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Laser Micro Cutting

Micro cutting can be used in the removal of larger areas of material from within a substrate as well as material separation. 

Laser micro cutting, being a non-contact process, can be used to create a huge variety of very intricate shaped parts. When compared to traditional cutting or sawing, extremely small cut widths or kerf widths can be obtained. 

Laser micro cutting can also be used for the separation of for example the final part or to leave tabs for subsequent final part removal. It can also be used to efficiently remove areas within a substrate creating larger holes, slots or windows. 

Laser Cutting Specification
Minimum width of cut
Typically 5µm
Maximum Material Thickness
Typically 1mm (dependent upon speed requirements, and can be greater for some hard materials. Contact us to find out more)
Most materials from soft plastics to hard ceramics including transparent materials

The use of lasers for micro cutting has become very popular in a variety of industries. The ability to translate the laser beam across the material surface at several meters per second, lends itself to being able to cut not only with extraordinary precision, but also very quickly.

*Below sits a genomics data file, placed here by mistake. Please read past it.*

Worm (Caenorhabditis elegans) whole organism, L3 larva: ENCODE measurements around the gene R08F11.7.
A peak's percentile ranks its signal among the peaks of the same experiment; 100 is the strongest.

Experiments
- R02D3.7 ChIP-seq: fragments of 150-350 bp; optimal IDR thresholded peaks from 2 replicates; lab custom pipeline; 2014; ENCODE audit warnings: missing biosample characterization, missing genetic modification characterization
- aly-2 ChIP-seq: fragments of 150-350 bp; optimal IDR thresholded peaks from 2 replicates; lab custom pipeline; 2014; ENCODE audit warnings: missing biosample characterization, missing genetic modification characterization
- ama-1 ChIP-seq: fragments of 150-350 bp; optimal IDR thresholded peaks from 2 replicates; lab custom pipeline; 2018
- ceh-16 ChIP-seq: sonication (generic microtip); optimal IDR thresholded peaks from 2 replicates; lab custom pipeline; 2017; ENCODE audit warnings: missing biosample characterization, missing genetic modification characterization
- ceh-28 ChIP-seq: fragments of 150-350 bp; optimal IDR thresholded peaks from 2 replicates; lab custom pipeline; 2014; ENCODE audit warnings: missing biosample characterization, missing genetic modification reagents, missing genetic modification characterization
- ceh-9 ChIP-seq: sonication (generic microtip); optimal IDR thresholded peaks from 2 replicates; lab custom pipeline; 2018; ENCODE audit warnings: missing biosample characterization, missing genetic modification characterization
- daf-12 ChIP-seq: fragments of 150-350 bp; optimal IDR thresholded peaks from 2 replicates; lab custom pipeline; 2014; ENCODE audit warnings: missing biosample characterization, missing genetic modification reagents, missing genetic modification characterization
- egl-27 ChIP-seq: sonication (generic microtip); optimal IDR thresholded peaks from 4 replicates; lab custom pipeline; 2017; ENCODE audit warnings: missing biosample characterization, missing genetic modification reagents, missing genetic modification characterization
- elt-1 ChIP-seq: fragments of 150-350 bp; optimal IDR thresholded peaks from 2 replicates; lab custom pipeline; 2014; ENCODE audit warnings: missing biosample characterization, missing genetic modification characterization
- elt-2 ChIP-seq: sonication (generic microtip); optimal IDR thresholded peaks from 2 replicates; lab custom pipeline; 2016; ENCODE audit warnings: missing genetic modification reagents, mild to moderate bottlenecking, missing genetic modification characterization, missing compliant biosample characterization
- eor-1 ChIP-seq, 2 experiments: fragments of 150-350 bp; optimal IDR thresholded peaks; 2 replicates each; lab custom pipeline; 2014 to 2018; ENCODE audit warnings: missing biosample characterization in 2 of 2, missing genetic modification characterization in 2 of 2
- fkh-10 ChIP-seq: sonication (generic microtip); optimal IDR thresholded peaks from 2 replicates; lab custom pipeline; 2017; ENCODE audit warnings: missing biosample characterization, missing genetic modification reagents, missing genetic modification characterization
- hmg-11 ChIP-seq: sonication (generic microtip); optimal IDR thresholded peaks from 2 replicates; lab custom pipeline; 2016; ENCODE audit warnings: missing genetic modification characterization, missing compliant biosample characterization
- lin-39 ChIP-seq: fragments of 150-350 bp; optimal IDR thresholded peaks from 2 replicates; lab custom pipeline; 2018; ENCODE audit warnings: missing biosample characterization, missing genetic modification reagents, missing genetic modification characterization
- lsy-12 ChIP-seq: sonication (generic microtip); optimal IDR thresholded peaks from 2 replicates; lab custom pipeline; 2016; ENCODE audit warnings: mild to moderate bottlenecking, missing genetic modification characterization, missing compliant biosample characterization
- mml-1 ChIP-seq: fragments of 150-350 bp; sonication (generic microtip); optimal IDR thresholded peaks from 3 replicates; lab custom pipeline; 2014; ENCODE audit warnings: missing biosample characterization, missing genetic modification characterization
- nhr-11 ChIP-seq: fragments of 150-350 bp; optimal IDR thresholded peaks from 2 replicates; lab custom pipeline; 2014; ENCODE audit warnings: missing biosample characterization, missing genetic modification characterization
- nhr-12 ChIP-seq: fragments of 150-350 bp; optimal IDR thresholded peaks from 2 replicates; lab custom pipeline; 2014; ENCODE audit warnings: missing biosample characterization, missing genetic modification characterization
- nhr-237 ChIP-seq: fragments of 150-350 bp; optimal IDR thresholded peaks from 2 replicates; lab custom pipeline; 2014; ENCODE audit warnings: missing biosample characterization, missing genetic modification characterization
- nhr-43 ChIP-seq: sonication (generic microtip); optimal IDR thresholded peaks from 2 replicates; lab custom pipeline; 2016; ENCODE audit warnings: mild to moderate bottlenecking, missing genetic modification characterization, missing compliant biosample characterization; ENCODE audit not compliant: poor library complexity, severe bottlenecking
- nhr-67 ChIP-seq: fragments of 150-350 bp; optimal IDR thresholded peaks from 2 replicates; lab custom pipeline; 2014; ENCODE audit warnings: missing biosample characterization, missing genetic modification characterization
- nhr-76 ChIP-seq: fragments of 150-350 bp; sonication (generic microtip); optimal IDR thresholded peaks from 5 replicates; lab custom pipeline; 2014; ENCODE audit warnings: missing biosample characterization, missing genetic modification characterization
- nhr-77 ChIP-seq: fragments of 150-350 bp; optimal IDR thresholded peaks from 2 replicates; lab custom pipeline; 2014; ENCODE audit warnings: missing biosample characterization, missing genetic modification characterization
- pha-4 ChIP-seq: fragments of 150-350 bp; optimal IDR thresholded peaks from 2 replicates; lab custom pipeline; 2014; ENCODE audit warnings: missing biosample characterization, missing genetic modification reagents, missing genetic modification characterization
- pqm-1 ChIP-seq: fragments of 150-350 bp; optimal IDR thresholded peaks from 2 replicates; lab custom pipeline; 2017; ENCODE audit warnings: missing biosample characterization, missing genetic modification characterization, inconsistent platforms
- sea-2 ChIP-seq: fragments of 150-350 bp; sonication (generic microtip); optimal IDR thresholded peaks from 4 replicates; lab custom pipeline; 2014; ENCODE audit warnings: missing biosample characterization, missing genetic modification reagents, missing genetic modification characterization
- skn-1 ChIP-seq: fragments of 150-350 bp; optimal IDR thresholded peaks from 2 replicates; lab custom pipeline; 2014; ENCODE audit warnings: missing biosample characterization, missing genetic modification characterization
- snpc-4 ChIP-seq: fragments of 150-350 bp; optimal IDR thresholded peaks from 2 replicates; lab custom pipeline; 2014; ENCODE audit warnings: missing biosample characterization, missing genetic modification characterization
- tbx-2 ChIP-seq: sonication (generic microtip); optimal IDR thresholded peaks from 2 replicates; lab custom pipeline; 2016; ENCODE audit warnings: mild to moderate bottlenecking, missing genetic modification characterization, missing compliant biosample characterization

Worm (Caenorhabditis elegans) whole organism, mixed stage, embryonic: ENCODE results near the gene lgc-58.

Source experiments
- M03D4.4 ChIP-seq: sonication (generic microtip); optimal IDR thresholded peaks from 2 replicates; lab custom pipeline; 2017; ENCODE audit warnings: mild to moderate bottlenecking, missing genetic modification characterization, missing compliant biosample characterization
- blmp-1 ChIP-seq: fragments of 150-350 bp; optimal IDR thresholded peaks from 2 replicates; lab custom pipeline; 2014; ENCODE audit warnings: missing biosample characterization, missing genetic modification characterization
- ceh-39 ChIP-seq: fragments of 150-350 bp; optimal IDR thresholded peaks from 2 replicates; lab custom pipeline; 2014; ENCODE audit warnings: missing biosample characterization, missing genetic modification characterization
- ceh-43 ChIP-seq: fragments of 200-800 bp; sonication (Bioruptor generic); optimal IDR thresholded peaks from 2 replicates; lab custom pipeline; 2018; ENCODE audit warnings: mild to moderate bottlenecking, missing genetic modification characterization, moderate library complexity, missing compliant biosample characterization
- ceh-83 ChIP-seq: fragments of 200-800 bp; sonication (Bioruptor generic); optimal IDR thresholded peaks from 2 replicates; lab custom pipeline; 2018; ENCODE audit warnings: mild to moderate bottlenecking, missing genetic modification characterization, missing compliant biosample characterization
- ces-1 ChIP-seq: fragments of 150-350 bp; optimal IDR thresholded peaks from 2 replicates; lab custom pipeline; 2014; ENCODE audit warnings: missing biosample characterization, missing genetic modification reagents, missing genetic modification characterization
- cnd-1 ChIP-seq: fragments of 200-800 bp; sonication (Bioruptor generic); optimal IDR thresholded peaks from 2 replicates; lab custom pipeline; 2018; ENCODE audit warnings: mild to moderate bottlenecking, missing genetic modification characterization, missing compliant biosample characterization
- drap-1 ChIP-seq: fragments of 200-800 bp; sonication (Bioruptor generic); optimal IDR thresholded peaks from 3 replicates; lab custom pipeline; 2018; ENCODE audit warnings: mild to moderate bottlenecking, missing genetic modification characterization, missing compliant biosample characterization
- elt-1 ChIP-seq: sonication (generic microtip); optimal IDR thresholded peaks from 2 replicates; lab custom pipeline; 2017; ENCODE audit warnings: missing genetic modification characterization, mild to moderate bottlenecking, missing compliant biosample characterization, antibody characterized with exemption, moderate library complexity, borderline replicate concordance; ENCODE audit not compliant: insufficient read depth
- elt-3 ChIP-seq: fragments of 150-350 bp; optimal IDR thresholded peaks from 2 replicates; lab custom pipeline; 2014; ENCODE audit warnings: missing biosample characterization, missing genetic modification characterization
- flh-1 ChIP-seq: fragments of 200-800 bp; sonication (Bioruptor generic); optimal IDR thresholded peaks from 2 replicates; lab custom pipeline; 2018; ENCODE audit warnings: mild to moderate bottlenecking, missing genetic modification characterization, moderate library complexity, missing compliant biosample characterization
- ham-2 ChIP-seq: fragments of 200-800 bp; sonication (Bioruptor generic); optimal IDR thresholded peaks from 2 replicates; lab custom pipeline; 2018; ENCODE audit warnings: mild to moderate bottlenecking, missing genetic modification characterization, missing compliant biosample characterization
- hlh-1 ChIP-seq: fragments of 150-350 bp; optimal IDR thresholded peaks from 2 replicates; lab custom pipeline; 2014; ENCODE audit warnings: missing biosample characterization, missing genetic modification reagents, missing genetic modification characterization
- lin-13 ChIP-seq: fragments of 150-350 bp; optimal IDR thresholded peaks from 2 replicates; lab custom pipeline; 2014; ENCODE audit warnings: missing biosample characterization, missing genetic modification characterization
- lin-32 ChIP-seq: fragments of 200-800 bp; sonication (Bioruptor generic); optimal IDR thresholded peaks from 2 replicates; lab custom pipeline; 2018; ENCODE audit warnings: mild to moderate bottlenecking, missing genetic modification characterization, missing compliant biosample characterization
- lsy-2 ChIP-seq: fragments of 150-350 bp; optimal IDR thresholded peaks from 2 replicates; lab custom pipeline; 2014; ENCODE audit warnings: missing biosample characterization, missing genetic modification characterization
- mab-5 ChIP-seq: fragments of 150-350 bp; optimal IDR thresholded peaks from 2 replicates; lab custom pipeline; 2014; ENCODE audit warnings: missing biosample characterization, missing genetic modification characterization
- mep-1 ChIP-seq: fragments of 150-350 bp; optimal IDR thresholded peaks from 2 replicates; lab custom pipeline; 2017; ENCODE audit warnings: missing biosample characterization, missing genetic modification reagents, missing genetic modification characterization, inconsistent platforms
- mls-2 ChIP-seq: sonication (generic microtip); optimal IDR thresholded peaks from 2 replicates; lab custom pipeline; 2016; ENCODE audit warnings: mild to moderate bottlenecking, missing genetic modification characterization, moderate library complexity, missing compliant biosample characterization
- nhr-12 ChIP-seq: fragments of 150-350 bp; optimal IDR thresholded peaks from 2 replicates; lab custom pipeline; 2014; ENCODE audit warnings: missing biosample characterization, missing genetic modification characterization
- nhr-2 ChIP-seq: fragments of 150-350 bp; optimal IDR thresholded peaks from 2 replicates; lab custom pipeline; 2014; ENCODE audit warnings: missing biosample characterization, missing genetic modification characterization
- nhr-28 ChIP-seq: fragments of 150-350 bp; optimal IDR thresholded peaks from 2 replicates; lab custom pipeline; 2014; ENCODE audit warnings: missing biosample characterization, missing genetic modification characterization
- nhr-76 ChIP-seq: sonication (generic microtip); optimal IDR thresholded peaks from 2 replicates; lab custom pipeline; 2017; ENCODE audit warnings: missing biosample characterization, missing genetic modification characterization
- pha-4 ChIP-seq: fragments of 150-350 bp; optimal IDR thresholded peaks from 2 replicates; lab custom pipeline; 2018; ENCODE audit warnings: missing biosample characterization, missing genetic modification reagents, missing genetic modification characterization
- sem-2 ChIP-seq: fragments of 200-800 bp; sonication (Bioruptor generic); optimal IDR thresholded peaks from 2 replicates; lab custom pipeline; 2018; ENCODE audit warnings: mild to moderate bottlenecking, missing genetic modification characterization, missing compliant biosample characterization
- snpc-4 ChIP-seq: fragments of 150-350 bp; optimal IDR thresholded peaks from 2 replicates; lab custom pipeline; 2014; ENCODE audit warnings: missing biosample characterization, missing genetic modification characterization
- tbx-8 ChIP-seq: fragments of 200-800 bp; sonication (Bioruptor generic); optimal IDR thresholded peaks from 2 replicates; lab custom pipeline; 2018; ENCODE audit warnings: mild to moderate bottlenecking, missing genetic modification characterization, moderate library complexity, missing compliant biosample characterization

Laser cutting can not only produce linear cuts as common with traditional dicing or sawing techniques, but due to the ability to manipulate the beam in any direction, can produce any shape of cut in the original substrate material.
One unique benefit to the use of lasers when cutting, is the ability to produce extremely narrow kerf widths.  This is important when either the material is expensive, or cuts need to be produced between pre-existing close pitched features.

Rather than cut completely through materials, it is possible to stop at a predetermined depth – this lends itself to a scribe and break process, which can not only serve to increase the speed of the cutting process, but also hold very small and delicate parts together before separation.

Oxford Laser have a wide variety of lasers available for laser cutting, ranging from ultrafast lasers which are particularly good for cutting transparent materials, to lasers with longer pulse lengths which can help to increase throughput.

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